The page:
Treatment of Graves at Riverside National Cemetery Shocks Marine’s Family

Local News
This is an archived article and the information in the article may be outdated. Please look at the time stamp on the story to see when it was last updated.

On the seventh anniversary of the death of her son — a 25-year-old Marine killed when his helicopter was shot down in Iraq — Laura Landaker visited his grave at Riverside National Cemetery to find solace and mark his passing.

The Landaker family was shocked by landscaping work at the Riverside National Cemetery on Feb. 7, 2014.

Instead, she found a construction zone.

Graves were being run over with heavy machinery, and the grass was pulled up to reveal raw dirt. Workers flipped over flat headstones with pick-axes.

“I was very upset at the sight of it … I felt as if I was starting from the beginning again with just dirt, no grass,” Landaker wrote in a Facebook post.

“Each one of those precious markers represents a loved one and their last resting place and they deserved more,” she wrote in a separate post. “Where is the respect that we should show them each day?”

Her son, Marine Lt. Jared Landaker, was one of a crew of seven who were killed when a U.S. military helicopter was fired upon and went down during a flight to Fallujah in 2007. The service members had only a week left in Iraq.

Jared Landaker, a Big Bear City native a University of La Verne graduate, was buried at Riverside National Cemetery about two weeks later, according to the Seven Stars Foundation, which was founded by his family to honor him and the other crew members.

At the cemetery on Feb. 7, as Jared Landaker’s friends and family were upset, seeing the gravesites so disturbed by workers.

“It was hard,” childhood friend Stacie Hernandez said. “It was already an emotional day, but to encounter that at the same time, it was very hard for all of us.”

The construction work was part of a multiyear renovation meant to beautify the site, a cemetery administrator told the San Bernardino Sun. The project was expected to be finished by Memorial Day.

The Landakers said that family members should be notified about the work so they’re not shocked when they arrive to visit loved ones’ graves. But the administrator said that with more 200,000 buried there, it’s not feasible for families to be informed, the Sun reported.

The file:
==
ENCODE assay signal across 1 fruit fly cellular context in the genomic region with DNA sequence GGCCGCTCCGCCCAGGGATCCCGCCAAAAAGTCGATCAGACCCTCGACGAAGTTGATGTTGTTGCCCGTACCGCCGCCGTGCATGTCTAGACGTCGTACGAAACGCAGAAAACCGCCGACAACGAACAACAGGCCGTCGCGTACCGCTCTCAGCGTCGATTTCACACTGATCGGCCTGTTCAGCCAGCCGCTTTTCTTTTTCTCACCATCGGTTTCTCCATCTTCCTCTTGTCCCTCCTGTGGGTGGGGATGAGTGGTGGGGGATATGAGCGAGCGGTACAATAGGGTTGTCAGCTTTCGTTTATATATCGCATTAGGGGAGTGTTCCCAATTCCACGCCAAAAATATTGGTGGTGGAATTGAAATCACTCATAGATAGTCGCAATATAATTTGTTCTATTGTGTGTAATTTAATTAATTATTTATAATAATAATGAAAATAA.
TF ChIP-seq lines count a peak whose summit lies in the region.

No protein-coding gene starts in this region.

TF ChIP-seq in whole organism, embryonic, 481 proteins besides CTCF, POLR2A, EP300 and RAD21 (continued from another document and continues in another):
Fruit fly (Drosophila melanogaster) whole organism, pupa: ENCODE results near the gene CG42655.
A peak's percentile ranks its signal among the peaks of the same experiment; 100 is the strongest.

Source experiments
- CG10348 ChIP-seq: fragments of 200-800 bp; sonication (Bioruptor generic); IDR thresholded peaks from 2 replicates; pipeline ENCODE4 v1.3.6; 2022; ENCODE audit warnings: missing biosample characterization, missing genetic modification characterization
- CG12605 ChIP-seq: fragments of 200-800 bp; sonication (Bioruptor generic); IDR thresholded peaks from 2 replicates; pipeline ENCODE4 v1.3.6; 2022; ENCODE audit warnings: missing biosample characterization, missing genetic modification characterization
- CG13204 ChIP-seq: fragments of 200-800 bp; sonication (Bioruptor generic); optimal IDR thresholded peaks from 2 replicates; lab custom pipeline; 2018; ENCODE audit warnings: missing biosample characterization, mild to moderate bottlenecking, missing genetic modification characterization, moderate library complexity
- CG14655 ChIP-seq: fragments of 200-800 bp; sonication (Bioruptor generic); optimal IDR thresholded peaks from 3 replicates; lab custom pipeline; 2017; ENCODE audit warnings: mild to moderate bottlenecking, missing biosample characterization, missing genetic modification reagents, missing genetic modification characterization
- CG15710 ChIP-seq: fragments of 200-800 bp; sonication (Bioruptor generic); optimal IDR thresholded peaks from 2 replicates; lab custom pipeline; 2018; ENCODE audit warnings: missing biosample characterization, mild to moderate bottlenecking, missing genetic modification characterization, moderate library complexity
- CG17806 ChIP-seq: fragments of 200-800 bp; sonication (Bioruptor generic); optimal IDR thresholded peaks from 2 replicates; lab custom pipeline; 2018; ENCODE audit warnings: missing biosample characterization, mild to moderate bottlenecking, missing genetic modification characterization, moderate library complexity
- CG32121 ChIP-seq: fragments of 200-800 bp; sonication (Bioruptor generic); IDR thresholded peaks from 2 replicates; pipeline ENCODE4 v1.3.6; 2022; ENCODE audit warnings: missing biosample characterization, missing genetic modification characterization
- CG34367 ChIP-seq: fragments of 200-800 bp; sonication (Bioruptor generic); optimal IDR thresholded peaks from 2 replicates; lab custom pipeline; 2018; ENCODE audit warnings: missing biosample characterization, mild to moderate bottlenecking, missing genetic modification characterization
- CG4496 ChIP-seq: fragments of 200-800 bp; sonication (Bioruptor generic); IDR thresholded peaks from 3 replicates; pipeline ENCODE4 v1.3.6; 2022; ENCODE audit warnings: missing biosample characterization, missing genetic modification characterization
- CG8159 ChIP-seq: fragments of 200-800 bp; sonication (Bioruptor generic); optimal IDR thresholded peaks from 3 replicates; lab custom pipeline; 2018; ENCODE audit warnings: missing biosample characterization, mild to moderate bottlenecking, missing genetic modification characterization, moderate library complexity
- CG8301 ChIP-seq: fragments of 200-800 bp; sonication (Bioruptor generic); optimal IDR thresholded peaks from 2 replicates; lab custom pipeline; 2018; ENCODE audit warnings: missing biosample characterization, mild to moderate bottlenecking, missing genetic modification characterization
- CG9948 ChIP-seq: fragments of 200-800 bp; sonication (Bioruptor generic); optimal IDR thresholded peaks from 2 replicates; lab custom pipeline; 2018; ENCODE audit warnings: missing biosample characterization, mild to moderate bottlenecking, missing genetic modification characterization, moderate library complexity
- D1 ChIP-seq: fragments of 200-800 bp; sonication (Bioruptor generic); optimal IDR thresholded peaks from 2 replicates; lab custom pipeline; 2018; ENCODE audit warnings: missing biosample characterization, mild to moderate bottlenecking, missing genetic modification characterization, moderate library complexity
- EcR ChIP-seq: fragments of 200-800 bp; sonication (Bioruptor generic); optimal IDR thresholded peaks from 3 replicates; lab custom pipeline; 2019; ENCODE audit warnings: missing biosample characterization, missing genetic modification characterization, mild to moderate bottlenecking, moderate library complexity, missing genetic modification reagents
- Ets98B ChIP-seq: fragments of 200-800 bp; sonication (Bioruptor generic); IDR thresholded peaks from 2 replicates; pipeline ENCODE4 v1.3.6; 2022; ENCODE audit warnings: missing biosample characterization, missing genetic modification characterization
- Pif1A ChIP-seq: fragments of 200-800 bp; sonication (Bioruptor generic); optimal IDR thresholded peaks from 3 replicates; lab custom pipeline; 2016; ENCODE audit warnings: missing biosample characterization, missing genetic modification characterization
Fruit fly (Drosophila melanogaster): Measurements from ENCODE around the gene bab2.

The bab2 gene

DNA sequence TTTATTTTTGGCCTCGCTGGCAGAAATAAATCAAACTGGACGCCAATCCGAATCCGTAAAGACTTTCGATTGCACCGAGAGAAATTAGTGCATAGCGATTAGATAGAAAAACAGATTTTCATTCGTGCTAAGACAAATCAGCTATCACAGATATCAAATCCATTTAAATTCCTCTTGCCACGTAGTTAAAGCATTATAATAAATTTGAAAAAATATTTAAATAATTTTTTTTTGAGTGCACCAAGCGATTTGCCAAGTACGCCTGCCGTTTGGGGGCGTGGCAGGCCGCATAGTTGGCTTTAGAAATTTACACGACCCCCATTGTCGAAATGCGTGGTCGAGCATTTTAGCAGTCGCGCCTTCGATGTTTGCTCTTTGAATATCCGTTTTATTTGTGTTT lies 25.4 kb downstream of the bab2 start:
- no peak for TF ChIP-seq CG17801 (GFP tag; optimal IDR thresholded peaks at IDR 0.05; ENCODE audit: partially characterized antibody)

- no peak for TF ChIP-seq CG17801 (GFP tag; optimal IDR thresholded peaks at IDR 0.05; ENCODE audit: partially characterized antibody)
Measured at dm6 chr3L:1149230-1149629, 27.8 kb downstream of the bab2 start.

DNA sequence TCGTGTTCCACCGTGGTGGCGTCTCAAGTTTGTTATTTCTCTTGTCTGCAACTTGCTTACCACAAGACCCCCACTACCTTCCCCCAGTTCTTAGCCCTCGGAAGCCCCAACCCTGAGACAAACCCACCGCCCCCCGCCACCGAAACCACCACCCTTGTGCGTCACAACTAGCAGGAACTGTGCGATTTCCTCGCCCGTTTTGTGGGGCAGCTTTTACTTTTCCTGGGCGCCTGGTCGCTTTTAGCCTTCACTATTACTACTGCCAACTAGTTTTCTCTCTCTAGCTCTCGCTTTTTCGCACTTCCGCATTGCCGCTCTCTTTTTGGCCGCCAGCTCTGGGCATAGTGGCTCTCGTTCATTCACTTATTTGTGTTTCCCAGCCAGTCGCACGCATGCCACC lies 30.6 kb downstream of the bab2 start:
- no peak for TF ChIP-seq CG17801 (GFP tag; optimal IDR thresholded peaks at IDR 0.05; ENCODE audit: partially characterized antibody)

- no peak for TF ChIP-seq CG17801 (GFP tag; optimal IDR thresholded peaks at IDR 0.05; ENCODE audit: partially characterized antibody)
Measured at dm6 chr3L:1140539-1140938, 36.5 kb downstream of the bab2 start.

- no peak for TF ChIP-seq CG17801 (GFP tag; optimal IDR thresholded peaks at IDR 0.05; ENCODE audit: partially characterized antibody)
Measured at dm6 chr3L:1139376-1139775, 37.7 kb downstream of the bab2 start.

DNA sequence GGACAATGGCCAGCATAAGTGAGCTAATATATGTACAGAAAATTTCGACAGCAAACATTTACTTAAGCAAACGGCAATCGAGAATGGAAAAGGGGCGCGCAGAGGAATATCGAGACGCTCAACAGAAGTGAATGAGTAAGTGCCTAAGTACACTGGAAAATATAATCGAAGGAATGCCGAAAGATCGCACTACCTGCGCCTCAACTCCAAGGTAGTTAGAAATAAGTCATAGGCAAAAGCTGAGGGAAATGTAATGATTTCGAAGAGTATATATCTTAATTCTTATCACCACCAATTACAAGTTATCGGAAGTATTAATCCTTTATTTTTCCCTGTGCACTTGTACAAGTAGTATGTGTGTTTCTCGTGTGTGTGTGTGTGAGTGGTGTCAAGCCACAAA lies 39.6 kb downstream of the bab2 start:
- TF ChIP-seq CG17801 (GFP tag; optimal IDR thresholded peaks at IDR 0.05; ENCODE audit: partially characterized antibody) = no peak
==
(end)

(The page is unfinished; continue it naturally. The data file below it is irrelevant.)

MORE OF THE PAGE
The family has called for change, asking their Congressman, Rep. Paul Cook for help. Cook, a Republican, said the family sent him “very, very graphic” photos.

Cook and Rep. Mark Takano, a Democrat whose district includes Riverside, has asked the Department of Veterans Affairs for a “dignity clause” for all national cemeteries — a way for cemetery administrators to be held accountable.

“That is one of the main responsibilities of the administrator. You can’t just pass it off to the contractor and say go ahead and do what you want to do and not pay attention to that very, very special thing,” Cook said.

His office did not immediately return a request for more information on Monday.

The Landaker has a “huge sense of relief” knowing others may never have to go through what they went through, Hernandez said.

For her part, Laura Landaker said that as she sat by her son’s grave after others left on Feb. 7, he spoke to her.

“I bet you would not expect to see my resting place in this condition today,” Landaker wrote, explaining what she heard from her son.

“But there is a reason you were meant to see it today more than any other day … You and I are closing the door on the last seven years of pain, being lost, and feeling so vulnerable and starting on a new journey together. You stand here a stronger, more confident woman, one I knew was always there. All the pain and joys of the last seven years are your foundation to the next seven years.”

Most Popular

Latest News

More News

KTLA on Instagram


KTLA on Facebook

KTLA on Twitter